Thanks to some quick work by the team, they were able to find a solid lead on Krasnoff. They tied together the water jug rig with the bombing and went looking for the truck that was stolen. From there, they found a newly purchased hand cart, the purchase of which led them to Krasnoff.
Sherlock’s father approached him, pissed off due to the fact Sherlock had been keeping the facts of the case from him. Sherlock insisted that it was because of his father’s desire for revenge. He wasn’t about to give him the whereabouts of a man he wanted to capture, torture, and pull information from.
Moreland turned around and blamed Sherlock for everything, claiming it was ultimately Sherlock’s fault for not fully dismantling Moriarty’s organization after she was arrested. He didn’t clean up after himself, and as a result the organization pushed forward and went after Moreland and Sabine.
During Krasnoff’s interrogation he pretended he didn’t speak English, until Sherlock called him out on it using Russian. It didn’t matter what language he wanted to speak in, he needed to speak. He finally told them that since he hadn’t committed a crime they could prove on American soil, they would not be able to hold him for long.
Yes, he was a wanted criminal in Russia, but there was no extradition treaty for that. He would be free to go shortly, and Sherlock insisted that he be detained and his belt be removed. When Detective Bell asked him why, since Krasnoff did not appear suicidal, Sherlock said he was looking for evidence of a chemical used in the bomb on the belt buckle. They would be able to link Krasnoff to the purchase of the chemical used to make the explosion bigger than it would have been without it.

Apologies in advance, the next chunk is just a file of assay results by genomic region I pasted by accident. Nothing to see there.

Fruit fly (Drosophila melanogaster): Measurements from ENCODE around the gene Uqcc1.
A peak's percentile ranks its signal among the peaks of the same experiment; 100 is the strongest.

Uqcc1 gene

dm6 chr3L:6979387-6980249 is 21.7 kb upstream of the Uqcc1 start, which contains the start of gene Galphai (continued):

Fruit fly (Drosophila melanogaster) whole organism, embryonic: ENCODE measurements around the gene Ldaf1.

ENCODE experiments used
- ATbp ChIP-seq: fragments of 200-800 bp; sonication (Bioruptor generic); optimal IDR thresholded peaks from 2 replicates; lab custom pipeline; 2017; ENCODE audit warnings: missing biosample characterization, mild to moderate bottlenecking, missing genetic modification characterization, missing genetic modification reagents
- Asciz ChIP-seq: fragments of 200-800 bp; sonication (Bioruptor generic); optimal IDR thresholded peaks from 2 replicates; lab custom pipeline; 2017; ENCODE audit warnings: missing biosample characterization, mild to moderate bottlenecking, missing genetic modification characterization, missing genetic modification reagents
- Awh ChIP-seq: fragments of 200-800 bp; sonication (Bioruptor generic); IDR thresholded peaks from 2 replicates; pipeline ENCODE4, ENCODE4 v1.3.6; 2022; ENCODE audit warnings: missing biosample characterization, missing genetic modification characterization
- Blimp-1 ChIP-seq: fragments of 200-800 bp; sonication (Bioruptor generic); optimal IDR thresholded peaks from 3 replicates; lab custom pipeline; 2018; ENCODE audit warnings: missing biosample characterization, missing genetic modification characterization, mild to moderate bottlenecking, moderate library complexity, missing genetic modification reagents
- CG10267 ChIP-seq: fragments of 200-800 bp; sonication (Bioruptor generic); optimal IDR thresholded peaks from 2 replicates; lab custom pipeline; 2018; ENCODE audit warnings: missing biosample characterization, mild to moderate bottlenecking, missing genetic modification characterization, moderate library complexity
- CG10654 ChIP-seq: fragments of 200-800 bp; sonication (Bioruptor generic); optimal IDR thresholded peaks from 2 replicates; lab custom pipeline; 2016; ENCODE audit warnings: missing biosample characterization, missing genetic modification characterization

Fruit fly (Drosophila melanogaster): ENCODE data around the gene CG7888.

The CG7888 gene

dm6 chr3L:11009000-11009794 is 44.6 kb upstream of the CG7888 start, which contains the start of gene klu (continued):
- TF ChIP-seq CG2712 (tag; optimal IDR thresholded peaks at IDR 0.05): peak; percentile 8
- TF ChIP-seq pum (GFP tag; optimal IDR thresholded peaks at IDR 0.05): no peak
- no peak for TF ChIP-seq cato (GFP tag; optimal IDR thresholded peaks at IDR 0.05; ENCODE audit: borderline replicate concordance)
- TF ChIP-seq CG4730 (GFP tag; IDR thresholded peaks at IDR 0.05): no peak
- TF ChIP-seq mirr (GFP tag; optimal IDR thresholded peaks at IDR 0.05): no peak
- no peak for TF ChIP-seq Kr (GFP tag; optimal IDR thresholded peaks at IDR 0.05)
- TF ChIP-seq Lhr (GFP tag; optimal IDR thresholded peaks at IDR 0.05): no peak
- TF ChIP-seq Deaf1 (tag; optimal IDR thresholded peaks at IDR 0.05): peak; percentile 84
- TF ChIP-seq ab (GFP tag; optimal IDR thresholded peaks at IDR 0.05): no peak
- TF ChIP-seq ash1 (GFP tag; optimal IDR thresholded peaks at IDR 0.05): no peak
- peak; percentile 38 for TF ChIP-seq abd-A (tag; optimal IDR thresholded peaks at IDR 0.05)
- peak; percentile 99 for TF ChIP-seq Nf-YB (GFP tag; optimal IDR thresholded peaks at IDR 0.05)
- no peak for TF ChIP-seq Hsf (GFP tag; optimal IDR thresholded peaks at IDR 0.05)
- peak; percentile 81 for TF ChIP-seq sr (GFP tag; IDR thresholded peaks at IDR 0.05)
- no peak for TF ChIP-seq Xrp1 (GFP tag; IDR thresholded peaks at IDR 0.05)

Viknar requested a meeting in a church, and Sherlock met him there. He wished to offer peace and make a deal with Moreland Holmes, to stop the madness and the collateral damage being done. He wanted Sherlock to be the one to mediate it, and Sherlock promptly turned him down. His father was not one to make peace, and he would not rest until Viknar was either dead or incarcerated. It would be a fool’s errand to request a peace treaty. Viknar allowed it to be. There would be no peace, the quarrel would continue between them.
The NYPD found where the chemical came from and had a direct link to Krasnoff. They’d be able to charge him and use it as leverage to get him to flip in Viknar. Except things didn’t go as planned. As they took him to booking, a young officer stopped them along the way. He looked nervous, verified who the person was, then proceeded to shoot Krasnoff and shoot himself. He’d clearly been hired to take Krasnoff out, and Sherlock later found the young officer was one of the psychopaths identified by the Dante survey.
On the way home from all the madness, Sherlock made Joan take a back way into the Brownstone because there had been a light on in a neighbor’s flat, but the neighbors were on vacation. He admitted to being paranoid, but when they arrived in the Brownstone they both realized he had a right to be paranoid. Sitting on the desk was a bomb, identical to the one that had gone off in his father’s building, just waiting to be activated.